Speaking here at the site of a soon-to-open dental clinic, Sen. Bernie Sanders (I-Vt.) said today that Vermont is making progress on access to affordable dental care, but more must be done in Vermont and the nation to address the national crisis.
More than 130 million Americans do not have dental insurance, according to a report prepared for a Senate subcommittee that Sanders chairs. One quarter of U.S. adults ages 65 or older have lost all of their teeth. About 17 million low-income children do not see a dentist each year. Only 45 percent of Americans age 2 and older saw a dental provider in the past 12 months. Although most oral health conditions are preventable, 60 percent of kids age 5 to 17 have cavities. Tooth decay, is five times more common among children than asthma, according to the report.
While oral health problems can affect anyone, low-income people, racial or ethnic minorities, pregnant women, older adults, and people who live in rural areas have the hardest time getting to see a dentist. Unless the situation is addressed it is likely to get worse. At a time when there are nearly 10,000 too few dental providers in the United States, dental schools are graduating fewer new dentists than the number who retire each year.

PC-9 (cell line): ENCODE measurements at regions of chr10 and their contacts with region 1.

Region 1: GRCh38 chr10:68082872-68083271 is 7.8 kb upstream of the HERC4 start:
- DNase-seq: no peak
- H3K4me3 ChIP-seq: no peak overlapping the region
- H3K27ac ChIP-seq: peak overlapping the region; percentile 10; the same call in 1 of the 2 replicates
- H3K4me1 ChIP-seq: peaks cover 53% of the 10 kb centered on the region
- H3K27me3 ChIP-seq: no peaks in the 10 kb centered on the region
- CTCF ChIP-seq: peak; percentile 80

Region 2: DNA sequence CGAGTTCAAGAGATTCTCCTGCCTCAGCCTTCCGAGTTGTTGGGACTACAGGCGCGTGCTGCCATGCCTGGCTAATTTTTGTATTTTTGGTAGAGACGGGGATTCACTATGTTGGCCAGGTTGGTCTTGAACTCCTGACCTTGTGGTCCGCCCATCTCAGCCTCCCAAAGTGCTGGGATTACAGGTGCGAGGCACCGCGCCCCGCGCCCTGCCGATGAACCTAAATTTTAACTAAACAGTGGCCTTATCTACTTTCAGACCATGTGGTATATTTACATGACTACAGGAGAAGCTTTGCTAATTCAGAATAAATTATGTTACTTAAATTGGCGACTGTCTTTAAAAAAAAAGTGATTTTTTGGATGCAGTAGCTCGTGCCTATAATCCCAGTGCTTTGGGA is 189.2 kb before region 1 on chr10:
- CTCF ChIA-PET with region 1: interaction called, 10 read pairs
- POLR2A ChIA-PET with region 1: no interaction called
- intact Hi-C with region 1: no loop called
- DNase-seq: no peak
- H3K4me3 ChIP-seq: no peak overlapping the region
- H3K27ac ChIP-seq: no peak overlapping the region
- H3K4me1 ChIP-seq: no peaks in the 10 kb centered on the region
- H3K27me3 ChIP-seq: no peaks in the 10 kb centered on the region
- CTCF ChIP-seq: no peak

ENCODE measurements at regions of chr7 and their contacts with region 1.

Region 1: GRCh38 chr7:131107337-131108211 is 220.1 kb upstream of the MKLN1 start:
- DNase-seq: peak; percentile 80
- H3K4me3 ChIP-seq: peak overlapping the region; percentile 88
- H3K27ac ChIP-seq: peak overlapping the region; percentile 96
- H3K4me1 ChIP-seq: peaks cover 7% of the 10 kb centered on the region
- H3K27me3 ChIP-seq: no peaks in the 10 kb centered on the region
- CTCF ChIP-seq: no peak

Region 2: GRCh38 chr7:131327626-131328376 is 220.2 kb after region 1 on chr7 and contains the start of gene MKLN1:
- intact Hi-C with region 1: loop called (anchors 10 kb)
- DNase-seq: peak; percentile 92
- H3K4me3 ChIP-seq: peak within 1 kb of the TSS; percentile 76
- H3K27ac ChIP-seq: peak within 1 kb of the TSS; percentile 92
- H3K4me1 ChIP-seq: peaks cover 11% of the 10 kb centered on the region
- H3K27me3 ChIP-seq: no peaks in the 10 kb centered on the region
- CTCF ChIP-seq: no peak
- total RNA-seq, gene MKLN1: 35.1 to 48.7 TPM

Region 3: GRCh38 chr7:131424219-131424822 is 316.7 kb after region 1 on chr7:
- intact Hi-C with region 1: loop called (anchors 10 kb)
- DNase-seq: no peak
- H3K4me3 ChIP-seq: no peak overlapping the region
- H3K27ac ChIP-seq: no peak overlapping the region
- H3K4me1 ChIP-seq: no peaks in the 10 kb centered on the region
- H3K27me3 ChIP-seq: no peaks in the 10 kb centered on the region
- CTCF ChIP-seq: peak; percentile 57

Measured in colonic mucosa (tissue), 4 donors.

In Vermont, Sanders said, there has been significant progress. Over the last six years, six new dental clinics have opened at Federally Qualified Health Centers (FQHCs). Within the last year, a new facility at Ludlow, Vt. was opened by the Springfield Medical Care Systems and another clinic will open in Springfield in the future. Altogether, 10 dental clinics will serve more than 25,000 Vermonters at health centers which accept Medicare, Medicaid, private insurance and allow patients to pay on a sliding scale depending on their income.
In addition to expanding dental access at community health centers, an effective way to address the problem is to provide dental care in schools. "Putting dental clinics in schools is a real opportunity to address some of the serious problems we have been talking about," Sanders said.
Sanders is also drafting legislation he plans to introduce in the Senate to address the national crisis. His bill would:
Expand comprehensive dental coverage to millions of Americans through Medicare, Medicaid, and the Veterans Administration;
Increase access for dental services, by increasing funding for community health centers, school-based clinics and mobile clinics;
Encourage states to increase reimbursement rates and lower the administrative challenges with Medicaid to attract providers;
Address the underlying shortage of providers by expanding the National Health Services Corps scholarship program for oral health professionals, creating an oral health provider loan program, and integrating oral health into overall health by providing oral health education to non-oral health providers.